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October 10, 2015

American TV actors face new competition from abroad

by Jackie Schnoop, posted Oct 4th 2007 11:07AM
Domenic West as Jimmy McNulty on The WireIt's a trend that you might not realize is happening. It's never been easy for American actors to get steady gigs on popular television shows. Once they get in the door, they may be golden ... or the show might be canceled after a few episodes. Then there's the plethora of reality shows, game shows, and other unscripted television fare which all take away available work for actors.

Oh, that new trend? Talent from abroad is coming here, getting cast on television shows, and adopting American accents. My personal favorite Baltimore's Finest is Domenic West playing Jimmy McNulty on The Wire. He was born and raised in England, went to college in Dublin. In an episode during the second season, he had to speak with a British accent. It sounded fake because I'm used to his American accent.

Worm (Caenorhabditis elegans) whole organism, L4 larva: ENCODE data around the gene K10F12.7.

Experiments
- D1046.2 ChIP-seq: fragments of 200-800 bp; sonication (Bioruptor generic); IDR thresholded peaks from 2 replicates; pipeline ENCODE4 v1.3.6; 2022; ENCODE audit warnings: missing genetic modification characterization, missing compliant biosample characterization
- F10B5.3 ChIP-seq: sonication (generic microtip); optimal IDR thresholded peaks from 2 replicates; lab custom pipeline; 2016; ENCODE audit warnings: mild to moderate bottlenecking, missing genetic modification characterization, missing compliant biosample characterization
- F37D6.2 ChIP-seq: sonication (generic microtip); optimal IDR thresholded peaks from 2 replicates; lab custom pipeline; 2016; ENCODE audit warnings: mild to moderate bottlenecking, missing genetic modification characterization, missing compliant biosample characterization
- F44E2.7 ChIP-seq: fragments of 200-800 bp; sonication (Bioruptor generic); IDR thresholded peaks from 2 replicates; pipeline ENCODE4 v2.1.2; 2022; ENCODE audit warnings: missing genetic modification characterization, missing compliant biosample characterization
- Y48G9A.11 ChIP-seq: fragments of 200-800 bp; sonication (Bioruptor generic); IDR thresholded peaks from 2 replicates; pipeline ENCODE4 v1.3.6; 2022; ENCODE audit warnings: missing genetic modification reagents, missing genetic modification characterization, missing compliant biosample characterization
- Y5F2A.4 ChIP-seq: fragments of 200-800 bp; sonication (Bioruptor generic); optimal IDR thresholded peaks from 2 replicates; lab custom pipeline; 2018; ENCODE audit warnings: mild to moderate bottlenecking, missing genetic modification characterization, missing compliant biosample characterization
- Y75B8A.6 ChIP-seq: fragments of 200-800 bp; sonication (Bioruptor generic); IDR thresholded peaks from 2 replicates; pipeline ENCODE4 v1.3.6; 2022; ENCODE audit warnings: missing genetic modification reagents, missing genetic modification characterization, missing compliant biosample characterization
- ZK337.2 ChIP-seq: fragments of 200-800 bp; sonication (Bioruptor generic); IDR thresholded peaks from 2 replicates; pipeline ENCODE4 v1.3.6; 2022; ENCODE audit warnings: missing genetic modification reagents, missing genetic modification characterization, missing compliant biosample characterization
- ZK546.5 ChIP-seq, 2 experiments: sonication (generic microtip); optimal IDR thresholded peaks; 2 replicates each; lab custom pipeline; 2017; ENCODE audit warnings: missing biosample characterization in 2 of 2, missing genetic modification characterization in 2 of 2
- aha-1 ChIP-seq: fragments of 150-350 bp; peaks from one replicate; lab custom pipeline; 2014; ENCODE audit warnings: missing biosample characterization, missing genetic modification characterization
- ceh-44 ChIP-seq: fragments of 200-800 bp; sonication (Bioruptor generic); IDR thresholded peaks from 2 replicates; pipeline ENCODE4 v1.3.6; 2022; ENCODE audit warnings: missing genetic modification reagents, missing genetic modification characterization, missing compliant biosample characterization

The Jimmy McNulty character might just be a trendsetter in the industry. I read an article from the Star Tribune (Minnesota) which listed others cast on new shows although the author didn't mention The Wire's leading man. (How could he not mention him?)

  • On the upcoming Cashmere Mafia, the die-hard New Yorkers lead roles are played by Miranda Otto from Australia and Frances O'Connor from England.
  • Journeyman's Kevin McKidd is from Scotland, not San Francisco.
  • Sophia Myles from England plays a reporter on Moonlight.
  • On Chuck, a government agent (USA, that is) is played by Yvonne Strzechowski, an Austrian.
  • The newest Bionic Woman is Michelle Ryan from England.
  • What would House be without Brit Hugh Laurie?
  • The new alien in Aliens in America was imported from England to play a Pakistani here.
There are some roles for foreign folks with the accents from their own native countries, but these latest roles have them speaking with regional or nondescript American accents. It seems to me that it would be a lot of work, but then I think of the McNulty character on The Wire. Had I not peeked at his background because I liked him so much, I never would have thought he was from abroad. It can be done and done well.